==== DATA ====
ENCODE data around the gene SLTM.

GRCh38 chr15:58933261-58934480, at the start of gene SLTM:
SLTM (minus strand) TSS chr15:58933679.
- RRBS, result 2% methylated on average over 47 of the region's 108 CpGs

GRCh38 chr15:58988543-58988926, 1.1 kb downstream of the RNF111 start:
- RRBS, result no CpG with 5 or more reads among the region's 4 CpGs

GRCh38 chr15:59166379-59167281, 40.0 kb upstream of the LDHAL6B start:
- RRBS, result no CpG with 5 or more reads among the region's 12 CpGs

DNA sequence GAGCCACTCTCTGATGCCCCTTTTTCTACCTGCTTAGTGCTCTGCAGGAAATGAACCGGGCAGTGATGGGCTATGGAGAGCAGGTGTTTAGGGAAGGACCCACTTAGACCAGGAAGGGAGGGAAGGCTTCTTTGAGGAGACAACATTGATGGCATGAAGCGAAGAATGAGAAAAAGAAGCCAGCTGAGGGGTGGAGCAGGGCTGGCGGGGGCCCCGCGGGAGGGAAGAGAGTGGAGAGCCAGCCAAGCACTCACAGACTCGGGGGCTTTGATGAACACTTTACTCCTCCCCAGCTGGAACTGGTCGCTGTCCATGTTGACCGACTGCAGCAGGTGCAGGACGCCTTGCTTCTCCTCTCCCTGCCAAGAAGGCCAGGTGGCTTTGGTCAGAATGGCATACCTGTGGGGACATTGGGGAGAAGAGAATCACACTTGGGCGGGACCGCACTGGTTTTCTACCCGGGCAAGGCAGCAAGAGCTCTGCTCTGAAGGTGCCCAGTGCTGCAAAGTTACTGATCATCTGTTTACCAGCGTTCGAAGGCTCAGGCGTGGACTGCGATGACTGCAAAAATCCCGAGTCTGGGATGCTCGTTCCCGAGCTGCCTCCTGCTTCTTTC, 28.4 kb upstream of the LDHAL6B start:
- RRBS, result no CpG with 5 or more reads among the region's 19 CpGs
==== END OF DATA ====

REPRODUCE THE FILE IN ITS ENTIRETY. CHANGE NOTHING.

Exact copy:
ENCODE data around the gene SLTM.

GRCh38 chr15:58933261-58934480, at the start of gene SLTM:
SLTM (minus strand) TSS chr15:58933679.
- RRBS, result 2% methylated on average over 47 of the region's 108 CpGs

GRCh38 chr15:58988543-58988926, 1.1 kb downstream of the RNF111 start:
- RRBS, result no CpG with 5 or more reads among the region's 4 CpGs

GRCh38 chr15:59166379-59167281, 40.0 kb upstream of the LDHAL6B start:
- RRBS, result no CpG with 5 or more reads among the region's 12 CpGs

DNA sequence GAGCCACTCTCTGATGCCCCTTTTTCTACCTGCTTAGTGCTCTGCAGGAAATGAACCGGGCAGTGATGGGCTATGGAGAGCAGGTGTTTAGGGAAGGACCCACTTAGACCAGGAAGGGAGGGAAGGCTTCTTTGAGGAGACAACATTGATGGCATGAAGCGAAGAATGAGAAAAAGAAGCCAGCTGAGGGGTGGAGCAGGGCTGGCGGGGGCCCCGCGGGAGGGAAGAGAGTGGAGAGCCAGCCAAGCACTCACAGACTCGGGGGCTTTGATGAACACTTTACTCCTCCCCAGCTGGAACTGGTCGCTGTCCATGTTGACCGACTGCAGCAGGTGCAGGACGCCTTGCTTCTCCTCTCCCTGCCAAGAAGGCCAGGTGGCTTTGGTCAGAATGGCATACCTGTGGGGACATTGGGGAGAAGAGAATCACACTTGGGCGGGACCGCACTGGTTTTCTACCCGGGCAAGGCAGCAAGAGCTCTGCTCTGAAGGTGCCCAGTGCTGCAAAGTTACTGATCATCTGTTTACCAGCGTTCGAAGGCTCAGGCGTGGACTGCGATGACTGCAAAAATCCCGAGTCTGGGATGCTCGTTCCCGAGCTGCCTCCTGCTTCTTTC, 28.4 kb upstream of the LDHAL6B start:
- RRBS, result no CpG with 5 or more reads among the region's 19 CpGs